Add multi-purpose ‘desk top’ to child’s mobility chair so she could start school with her own table top.
The client uses an AI app on her iPad to read documents. Unfortunately the iPad has to be held very still when capturing the image and she was struggling with this (ad so did I when I tried it out). Her OT contacted us as asked if we could make a stand to hold the iPad and an A4 sized document so that she can have it read to her.
Some people with e.g. cerebral palsy are unable to use physical controllers such as buttons and joysticks but are still able to make intentional hand movements. HandShake uses a pair of BBC Micro:bits to enable triggers to be sent to switchable communication software to enable speech to be composed. A trigger is sent to the communications device when the participant moves a hand above an adjustable threshold of acceleration.
The client has very limited movement in his arms and hands but can move his head accurately. He used to enjoy reading so to allow him to read independently again a device that let him control an e-reader with his head was needed.
A child with spina bifida also has difficulties with eye sight and neck pain and he struggles to look down at what he is reading. He finds it much more comfortable to look directly in front of him. He requires a stand for his tablet and his books.
The client had purchased an iPad support bracket to attach to his motorised wheelchair, but this was made of round section aluminium and not compatible with the smaller, square tube mounting bracket provided under the wheel chair’s arm.
Aluminium mount with detent pin Tom’s speech therapists were keen that he should have his Communicator with him at all times. The normal arrangement of a shoulder strap meant that he could swing the device, which while he enjoyed doing it, it hardly facilitated its use, and was distracting both to him, his teacher and […]
A referral for remote control of TV by a client suffering from advanced MS resulted in the development of a cheap Sip and Puff device. It is acknowledged that for intensive use, commercial products are available, but in some cases these are deemed prohibitively expensive. Accessibility software is often built in by manufacturers (certainly in […]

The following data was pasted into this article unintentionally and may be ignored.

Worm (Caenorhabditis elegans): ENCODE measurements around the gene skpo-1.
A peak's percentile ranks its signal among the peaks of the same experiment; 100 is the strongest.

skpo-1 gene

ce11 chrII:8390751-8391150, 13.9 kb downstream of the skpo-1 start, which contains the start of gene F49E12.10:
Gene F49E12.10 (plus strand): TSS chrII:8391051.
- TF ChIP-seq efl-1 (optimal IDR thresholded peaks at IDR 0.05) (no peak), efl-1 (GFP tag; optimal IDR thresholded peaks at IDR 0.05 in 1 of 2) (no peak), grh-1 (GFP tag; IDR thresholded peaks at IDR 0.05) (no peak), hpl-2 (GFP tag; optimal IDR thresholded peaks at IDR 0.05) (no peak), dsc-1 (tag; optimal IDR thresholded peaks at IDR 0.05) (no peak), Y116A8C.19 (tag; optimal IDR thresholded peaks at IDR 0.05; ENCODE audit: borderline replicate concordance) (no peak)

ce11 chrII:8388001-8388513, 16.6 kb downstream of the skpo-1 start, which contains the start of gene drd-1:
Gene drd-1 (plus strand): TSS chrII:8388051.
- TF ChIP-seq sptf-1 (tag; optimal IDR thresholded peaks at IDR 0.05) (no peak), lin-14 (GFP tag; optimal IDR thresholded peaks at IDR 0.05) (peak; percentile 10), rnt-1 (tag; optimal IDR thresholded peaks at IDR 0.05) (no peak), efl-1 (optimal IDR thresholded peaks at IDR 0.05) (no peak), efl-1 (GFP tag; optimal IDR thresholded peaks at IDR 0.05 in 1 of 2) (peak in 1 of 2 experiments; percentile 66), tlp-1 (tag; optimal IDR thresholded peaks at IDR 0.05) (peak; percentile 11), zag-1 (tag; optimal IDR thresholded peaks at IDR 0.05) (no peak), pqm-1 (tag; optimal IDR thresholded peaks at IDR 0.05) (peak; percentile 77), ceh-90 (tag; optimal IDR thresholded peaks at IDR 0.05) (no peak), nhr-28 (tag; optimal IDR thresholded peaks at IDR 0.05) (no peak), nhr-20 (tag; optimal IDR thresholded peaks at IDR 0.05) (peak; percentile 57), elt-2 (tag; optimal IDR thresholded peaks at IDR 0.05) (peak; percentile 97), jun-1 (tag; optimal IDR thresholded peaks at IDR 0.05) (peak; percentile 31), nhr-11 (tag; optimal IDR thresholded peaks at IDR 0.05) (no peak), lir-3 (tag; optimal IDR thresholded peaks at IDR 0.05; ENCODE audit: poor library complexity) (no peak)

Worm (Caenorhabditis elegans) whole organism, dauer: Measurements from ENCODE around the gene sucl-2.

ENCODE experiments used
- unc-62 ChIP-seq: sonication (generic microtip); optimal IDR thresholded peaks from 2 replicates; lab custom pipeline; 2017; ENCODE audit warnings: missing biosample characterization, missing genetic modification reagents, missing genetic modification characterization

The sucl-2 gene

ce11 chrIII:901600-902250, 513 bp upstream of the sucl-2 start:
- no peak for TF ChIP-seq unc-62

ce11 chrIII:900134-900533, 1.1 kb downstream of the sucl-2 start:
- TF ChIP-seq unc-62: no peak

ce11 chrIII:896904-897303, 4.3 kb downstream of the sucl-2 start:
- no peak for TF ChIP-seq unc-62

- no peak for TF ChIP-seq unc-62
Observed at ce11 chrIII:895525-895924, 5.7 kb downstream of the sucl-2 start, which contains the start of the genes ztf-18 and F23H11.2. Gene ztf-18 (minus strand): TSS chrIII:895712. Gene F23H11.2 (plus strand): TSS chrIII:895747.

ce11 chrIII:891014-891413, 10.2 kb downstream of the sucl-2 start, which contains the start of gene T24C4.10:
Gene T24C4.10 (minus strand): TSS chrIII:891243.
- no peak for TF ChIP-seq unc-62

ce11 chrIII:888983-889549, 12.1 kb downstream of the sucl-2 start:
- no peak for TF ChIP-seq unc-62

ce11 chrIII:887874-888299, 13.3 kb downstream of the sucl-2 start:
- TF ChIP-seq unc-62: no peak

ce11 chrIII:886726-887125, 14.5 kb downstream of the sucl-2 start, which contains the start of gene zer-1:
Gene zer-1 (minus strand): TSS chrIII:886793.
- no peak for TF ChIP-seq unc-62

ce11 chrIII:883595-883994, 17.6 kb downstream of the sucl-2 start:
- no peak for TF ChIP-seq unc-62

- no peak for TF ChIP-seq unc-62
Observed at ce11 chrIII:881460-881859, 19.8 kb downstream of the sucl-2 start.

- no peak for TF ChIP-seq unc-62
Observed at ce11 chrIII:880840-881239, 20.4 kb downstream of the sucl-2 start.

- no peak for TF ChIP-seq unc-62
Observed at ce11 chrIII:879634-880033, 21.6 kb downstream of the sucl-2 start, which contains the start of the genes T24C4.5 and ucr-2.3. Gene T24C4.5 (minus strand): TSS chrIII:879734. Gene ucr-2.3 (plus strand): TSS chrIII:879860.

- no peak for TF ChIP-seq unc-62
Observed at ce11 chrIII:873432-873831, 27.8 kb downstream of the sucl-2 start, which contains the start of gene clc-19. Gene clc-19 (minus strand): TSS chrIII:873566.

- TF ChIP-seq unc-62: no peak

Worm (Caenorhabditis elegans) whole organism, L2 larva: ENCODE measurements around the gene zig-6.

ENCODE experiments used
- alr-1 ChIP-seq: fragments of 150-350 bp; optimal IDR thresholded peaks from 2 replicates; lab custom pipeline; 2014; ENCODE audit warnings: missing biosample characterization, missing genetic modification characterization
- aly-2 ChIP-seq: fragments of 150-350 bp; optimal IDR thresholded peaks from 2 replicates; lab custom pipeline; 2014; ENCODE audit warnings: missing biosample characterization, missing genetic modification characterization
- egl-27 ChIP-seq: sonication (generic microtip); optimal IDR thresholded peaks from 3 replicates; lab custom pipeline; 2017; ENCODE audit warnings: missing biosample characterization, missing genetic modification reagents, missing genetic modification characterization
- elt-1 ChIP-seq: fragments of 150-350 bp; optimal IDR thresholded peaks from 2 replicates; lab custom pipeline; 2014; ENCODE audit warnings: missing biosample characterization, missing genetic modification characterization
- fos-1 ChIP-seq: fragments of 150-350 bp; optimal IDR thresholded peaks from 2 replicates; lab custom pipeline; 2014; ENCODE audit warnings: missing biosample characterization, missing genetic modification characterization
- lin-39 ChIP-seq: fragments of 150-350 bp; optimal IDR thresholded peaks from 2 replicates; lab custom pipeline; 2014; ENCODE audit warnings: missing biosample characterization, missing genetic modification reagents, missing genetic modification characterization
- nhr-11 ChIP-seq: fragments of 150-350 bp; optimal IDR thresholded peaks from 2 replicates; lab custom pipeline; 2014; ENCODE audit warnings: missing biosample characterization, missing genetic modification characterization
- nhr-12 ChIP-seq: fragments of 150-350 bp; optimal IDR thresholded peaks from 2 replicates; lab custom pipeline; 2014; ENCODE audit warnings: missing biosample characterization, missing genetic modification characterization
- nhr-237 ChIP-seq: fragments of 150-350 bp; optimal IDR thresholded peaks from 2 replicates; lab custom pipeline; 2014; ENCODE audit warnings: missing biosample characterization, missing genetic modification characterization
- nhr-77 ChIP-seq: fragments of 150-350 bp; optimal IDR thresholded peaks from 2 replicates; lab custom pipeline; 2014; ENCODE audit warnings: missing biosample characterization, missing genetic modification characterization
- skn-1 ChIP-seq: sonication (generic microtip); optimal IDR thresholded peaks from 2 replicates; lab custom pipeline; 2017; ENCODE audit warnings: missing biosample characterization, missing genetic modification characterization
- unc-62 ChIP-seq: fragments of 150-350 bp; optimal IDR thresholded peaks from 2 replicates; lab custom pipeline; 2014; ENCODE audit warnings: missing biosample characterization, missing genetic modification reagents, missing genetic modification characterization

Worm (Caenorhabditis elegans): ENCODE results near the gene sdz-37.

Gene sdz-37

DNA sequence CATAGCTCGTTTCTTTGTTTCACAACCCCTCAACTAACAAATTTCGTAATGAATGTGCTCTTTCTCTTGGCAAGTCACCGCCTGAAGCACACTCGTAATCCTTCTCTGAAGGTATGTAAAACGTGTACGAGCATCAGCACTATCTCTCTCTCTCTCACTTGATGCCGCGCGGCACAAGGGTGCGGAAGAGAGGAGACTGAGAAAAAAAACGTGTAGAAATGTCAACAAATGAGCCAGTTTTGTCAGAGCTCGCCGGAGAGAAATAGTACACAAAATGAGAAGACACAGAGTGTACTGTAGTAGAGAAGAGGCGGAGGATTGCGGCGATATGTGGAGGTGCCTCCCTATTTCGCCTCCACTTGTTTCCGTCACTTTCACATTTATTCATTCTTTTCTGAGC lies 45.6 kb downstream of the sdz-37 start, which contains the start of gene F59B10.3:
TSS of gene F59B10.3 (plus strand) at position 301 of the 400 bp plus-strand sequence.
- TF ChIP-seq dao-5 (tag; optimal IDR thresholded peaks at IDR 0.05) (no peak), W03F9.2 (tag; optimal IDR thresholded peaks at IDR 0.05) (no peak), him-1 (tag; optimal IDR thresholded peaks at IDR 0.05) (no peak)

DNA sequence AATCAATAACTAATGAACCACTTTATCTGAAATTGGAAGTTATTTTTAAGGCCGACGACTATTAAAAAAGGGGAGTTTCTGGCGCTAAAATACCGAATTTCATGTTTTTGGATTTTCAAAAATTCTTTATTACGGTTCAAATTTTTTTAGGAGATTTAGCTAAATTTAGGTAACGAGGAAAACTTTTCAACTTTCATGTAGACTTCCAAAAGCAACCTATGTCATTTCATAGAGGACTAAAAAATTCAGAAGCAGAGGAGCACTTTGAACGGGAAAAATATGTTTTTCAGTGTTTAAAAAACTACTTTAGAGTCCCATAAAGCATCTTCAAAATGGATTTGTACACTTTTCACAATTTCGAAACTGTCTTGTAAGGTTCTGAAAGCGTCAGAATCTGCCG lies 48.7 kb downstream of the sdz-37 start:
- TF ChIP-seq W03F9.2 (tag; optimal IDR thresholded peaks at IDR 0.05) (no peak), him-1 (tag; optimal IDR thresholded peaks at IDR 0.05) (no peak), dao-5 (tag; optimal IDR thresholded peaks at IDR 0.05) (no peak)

The client spent long periods in bed with her only entertainment being a wall mounted TV stuck on whichever channel the last carer had set it on. On the first appraisal visit it was quickly established that there was no capacity to operate a switch mechanism either by hand or foot, so the idea of […]
Original metal version Later 3D printed version … … and USB memory stick The client’s limited dexterity means that she cannot plug and unplug the charger of her tablet. A bracket was made from two brass rings soldered to a small brass plate and attached to the charging plug with cable ties. The client no […]
The 10 year old client needed a. iPad mount for his wheelchair which which attaches at the right level to avoid neck pain. Commercial devices did not suit.
The client suffers from poor hand coordination and uses a tablet PC a lot. He needed a strong support to stop shake and which could be folded away after use. A swinging arm support was constructed using aluminium tubing and “Kee Clamp” fittings. Bristol REMAP case ref. 6\13-06
The client was unable to operate the touch screen of his iPad Tablet because his condition made it impossible to keep his index finger straight. A shaped finger splint made from 2mm thick ABS is held in place with two Velcro straps. The client can now use his Tablet.
Young lad with brittle bones syndrome has to spend all his time in a wheelchair in a semi-supine position, which means that he is unable to follow any pursuits or interests which involve a flat working surface. A table unit was constructed which is fixed to the wheelchair and provides a working surface at approximately […]
A man with tetraplegia needs splints on his fingers to type. The original ones from the hospital had worn out and replacements were not available. Finger splints were fashioned in aluminium with projecting tips covered in soft material. He can now use his computer keyboard. (Manchester)